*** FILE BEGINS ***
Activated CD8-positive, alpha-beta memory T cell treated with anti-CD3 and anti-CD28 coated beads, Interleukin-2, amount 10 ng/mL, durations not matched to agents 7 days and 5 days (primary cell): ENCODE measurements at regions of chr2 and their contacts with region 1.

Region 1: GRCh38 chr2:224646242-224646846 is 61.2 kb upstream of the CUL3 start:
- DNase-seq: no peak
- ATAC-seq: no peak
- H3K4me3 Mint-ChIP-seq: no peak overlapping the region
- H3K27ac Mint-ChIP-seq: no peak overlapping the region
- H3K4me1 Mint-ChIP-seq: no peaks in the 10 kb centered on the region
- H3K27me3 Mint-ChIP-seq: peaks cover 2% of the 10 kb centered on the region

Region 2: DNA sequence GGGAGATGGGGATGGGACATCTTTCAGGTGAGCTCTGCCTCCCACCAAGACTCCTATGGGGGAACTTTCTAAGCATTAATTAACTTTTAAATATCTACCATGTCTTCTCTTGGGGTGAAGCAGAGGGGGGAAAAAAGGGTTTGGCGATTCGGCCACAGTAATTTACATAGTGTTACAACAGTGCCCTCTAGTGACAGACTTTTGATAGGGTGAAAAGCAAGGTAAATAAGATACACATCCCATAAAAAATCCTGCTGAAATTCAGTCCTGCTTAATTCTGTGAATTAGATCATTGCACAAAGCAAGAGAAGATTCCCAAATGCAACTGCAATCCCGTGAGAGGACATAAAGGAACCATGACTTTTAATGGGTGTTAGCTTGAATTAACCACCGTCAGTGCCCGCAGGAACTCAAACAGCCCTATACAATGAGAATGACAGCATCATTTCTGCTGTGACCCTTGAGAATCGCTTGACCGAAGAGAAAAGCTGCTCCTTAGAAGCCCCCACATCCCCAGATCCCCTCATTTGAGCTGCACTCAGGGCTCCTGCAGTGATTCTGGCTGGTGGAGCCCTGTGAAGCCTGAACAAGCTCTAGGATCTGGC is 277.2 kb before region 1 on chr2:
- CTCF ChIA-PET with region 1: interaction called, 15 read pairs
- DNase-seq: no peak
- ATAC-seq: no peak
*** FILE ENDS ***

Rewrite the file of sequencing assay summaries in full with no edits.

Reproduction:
Activated CD8-positive, alpha-beta memory T cell treated with anti-CD3 and anti-CD28 coated beads, Interleukin-2, amount 10 ng/mL, durations not matched to agents 7 days and 5 days (primary cell): ENCODE measurements at regions of chr2 and their contacts with region 1.

Region 1: GRCh38 chr2:224646242-224646846 is 61.2 kb upstream of the CUL3 start:
- DNase-seq: no peak
- ATAC-seq: no peak
- H3K4me3 Mint-ChIP-seq: no peak overlapping the region
- H3K27ac Mint-ChIP-seq: no peak overlapping the region
- H3K4me1 Mint-ChIP-seq: no peaks in the 10 kb centered on the region
- H3K27me3 Mint-ChIP-seq: peaks cover 2% of the 10 kb centered on the region

Region 2: DNA sequence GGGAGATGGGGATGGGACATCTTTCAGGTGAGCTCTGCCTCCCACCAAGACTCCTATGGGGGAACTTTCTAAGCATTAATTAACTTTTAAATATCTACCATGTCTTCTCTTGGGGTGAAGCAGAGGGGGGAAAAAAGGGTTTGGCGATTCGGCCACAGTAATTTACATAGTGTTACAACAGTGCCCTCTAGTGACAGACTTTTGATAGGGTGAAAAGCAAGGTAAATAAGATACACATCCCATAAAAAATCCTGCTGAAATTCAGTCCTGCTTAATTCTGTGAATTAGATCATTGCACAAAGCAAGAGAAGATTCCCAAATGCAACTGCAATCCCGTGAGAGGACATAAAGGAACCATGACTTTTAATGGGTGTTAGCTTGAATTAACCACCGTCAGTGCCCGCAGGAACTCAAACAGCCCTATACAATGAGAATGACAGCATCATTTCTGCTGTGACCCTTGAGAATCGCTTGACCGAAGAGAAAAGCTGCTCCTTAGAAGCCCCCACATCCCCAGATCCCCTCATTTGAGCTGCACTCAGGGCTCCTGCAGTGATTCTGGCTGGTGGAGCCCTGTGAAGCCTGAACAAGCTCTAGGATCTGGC is 277.2 kb before region 1 on chr2:
- CTCF ChIA-PET with region 1: interaction called, 15 read pairs
- DNase-seq: no peak
- ATAC-seq: no peak